Kauai’s 4-day work week begins as county slowly starts to reopen
HONOLULU, Hawaii (HawaiiNewsNow) - Hundreds of county workers on Kauai are shifting to a four-day work week that goes into effect on Monday.
Mayor Derek Kawakami says the new 10-hour shifts are meant to reduce movement on the island while continuing to operate at full capacity, an effort to continue to prevent the spread of coronavirus on Kauai, which has gone more than two weeks without seeing any new cases.
“It’s a balancing act at this point,” Mayor Kawakami said Monday, during an interview on Hawaii News Now Sunrise.
"As we allow more of our local businesses to open, we have to take a look at where we can scale back the amount of people who are moving about. We’re talking to our people about being flexible.”
Pay for county workers will not change as a result of the decision to move to the four-day week.
Under the temporary change, most county offices will be closed Fridays but remain open from 6:45 a.m. to 5:30 p.m. Monday through Thursday.
The new hours are expected to make it easier for many Kauai residents to conduct county-related businesses.
“It should offer additional customer service. People usually have to take a day off or sacrifice their lunch break to get in,” Mayor Kawakami said.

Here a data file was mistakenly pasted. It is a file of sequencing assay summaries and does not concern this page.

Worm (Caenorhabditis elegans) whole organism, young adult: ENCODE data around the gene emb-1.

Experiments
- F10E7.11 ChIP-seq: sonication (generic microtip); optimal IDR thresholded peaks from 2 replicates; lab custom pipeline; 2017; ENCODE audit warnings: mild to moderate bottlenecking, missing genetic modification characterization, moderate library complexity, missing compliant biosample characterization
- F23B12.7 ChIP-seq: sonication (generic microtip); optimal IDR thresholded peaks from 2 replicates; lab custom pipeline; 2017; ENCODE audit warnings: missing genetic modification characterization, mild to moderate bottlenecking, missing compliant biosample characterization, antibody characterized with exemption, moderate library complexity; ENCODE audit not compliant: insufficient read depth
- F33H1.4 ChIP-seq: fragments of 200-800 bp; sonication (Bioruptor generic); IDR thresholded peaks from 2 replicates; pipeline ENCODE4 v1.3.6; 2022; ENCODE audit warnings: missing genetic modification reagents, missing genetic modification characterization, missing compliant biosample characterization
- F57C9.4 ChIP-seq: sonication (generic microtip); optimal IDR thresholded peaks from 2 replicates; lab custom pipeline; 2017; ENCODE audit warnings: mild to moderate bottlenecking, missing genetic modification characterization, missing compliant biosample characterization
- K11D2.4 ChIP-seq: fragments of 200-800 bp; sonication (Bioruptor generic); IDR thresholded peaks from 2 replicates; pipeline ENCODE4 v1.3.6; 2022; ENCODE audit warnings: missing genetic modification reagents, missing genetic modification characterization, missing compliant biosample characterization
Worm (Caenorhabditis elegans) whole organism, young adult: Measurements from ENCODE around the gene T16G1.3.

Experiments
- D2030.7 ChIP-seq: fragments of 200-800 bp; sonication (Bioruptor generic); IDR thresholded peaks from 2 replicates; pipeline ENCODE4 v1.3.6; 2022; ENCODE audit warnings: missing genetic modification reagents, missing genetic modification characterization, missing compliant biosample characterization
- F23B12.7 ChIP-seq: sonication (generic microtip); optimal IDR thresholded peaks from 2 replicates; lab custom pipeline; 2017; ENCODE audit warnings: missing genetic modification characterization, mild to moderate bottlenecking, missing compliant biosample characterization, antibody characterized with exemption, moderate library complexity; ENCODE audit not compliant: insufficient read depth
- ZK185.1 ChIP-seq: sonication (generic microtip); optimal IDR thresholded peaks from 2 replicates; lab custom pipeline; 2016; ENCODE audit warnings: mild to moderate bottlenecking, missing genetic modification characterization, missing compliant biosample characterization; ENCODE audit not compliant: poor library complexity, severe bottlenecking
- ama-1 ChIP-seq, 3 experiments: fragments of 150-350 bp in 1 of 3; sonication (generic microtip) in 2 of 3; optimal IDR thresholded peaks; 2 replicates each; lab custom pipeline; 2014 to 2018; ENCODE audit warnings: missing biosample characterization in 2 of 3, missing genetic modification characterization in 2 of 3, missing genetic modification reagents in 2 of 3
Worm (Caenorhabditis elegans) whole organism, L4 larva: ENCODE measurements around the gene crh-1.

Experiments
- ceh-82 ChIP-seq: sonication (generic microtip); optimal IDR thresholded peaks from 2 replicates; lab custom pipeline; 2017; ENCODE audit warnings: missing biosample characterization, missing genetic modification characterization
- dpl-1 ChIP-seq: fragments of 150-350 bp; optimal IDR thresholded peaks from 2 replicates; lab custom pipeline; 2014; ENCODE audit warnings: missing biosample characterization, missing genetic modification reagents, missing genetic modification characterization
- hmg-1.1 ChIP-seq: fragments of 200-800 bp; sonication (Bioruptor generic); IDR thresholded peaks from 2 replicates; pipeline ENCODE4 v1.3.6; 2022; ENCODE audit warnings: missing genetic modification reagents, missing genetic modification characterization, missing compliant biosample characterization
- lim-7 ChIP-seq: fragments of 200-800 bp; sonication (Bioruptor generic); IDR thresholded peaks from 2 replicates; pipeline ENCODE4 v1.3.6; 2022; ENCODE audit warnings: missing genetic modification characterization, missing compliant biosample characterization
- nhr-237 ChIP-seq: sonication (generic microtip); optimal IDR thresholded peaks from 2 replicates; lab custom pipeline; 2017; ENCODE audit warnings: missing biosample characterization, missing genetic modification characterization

The change in hours is just one of several measures Kauai is preparing to undertake to begin to reopen sectors of its economy.
“Our team has been coordinating with the state as far as looking at different industries by risk,” said Kawakami. “Instead of essential vs. nonessential, were looking at what industries can get back online based on risk assessment."
“At this point, every aspect of our local economy is essential,” he added.
Some businesses, like construction, have been allowed to move forward and a more typical pace than others.
But Kawakami says he’s been satisfied with the way his administration has weighed risk with reward when it comes to the economy.
“On Kauai we have a timeline, we have a good strategy, and we reassess the strategy on a daily basis,” Kawakami said. “We’re in a favorable position at this point.”
This story will be updated.
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